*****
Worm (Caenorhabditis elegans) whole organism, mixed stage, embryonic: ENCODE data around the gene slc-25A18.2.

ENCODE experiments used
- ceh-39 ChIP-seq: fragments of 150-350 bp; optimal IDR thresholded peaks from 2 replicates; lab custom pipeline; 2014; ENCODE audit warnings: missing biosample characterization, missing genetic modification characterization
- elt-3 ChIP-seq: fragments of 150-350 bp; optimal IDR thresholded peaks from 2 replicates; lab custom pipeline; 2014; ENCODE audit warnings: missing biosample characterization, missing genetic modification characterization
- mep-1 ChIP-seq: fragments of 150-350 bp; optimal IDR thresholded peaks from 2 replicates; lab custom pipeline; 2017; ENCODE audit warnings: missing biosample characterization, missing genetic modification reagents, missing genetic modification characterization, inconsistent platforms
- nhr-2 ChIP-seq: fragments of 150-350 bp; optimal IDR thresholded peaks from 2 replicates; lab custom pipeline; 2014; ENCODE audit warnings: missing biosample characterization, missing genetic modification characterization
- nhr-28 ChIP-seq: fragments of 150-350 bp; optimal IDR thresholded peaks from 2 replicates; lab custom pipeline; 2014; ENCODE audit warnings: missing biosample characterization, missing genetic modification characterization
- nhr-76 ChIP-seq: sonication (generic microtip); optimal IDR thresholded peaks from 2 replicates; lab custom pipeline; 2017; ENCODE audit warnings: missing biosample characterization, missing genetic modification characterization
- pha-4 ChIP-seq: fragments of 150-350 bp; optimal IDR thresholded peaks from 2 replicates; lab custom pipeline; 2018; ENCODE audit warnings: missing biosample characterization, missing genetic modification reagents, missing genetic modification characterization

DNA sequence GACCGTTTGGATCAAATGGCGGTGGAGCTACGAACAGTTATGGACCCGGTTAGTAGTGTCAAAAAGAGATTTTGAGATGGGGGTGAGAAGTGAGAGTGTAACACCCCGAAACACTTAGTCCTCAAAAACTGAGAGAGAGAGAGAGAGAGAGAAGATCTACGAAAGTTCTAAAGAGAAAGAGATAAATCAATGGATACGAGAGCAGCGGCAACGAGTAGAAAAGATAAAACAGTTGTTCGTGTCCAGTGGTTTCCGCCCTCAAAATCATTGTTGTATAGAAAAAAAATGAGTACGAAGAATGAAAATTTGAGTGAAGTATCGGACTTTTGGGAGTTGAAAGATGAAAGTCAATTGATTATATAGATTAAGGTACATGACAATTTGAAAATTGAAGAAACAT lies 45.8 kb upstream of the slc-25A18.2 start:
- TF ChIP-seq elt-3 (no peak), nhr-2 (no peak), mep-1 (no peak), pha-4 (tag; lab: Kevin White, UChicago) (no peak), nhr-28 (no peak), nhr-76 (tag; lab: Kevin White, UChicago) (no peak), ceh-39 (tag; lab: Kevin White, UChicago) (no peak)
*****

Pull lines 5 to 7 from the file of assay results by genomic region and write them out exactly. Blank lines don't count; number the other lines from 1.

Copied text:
- mep-1 ChIP-seq: fragments of 150-350 bp; optimal IDR thresholded peaks from 2 replicates; lab custom pipeline; 2017; ENCODE audit warnings: missing biosample characterization, missing genetic modification reagents, missing genetic modification characterization, inconsistent platforms
- nhr-2 ChIP-seq: fragments of 150-350 bp; optimal IDR thresholded peaks from 2 replicates; lab custom pipeline; 2014; ENCODE audit warnings: missing biosample characterization, missing genetic modification characterization
- nhr-28 ChIP-seq: fragments of 150-350 bp; optimal IDR thresholded peaks from 2 replicates; lab custom pipeline; 2014; ENCODE audit warnings: missing biosample characterization, missing genetic modification characterization